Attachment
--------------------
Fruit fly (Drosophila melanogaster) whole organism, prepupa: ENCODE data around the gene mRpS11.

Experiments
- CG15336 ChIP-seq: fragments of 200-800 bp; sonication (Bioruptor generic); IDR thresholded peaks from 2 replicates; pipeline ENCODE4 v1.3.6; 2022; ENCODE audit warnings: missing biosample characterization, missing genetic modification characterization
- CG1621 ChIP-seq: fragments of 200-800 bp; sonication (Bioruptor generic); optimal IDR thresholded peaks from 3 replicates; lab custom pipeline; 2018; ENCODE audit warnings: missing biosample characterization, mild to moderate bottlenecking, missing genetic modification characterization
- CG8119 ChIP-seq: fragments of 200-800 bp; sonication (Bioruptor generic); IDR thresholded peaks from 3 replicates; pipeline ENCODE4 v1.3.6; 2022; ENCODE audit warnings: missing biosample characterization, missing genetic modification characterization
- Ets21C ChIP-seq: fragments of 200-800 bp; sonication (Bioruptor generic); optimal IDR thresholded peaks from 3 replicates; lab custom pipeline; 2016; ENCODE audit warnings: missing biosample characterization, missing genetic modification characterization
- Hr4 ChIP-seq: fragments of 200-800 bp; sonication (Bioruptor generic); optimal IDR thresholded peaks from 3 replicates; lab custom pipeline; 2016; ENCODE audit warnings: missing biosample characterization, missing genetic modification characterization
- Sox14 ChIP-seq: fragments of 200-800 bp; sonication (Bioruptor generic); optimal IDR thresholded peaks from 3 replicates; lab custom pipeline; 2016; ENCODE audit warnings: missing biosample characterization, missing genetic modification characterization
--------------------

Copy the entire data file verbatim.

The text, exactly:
Fruit fly (Drosophila melanogaster) whole organism, prepupa: ENCODE data around the gene mRpS11.

Experiments
- CG15336 ChIP-seq: fragments of 200-800 bp; sonication (Bioruptor generic); IDR thresholded peaks from 2 replicates; pipeline ENCODE4 v1.3.6; 2022; ENCODE audit warnings: missing biosample characterization, missing genetic modification characterization
- CG1621 ChIP-seq: fragments of 200-800 bp; sonication (Bioruptor generic); optimal IDR thresholded peaks from 3 replicates; lab custom pipeline; 2018; ENCODE audit warnings: missing biosample characterization, mild to moderate bottlenecking, missing genetic modification characterization
- CG8119 ChIP-seq: fragments of 200-800 bp; sonication (Bioruptor generic); IDR thresholded peaks from 3 replicates; pipeline ENCODE4 v1.3.6; 2022; ENCODE audit warnings: missing biosample characterization, missing genetic modification characterization
- Ets21C ChIP-seq: fragments of 200-800 bp; sonication (Bioruptor generic); optimal IDR thresholded peaks from 3 replicates; lab custom pipeline; 2016; ENCODE audit warnings: missing biosample characterization, missing genetic modification characterization
- Hr4 ChIP-seq: fragments of 200-800 bp; sonication (Bioruptor generic); optimal IDR thresholded peaks from 3 replicates; lab custom pipeline; 2016; ENCODE audit warnings: missing biosample characterization, missing genetic modification characterization
- Sox14 ChIP-seq: fragments of 200-800 bp; sonication (Bioruptor generic); optimal IDR thresholded peaks from 3 replicates; lab custom pipeline; 2016; ENCODE audit warnings: missing biosample characterization, missing genetic modification characterization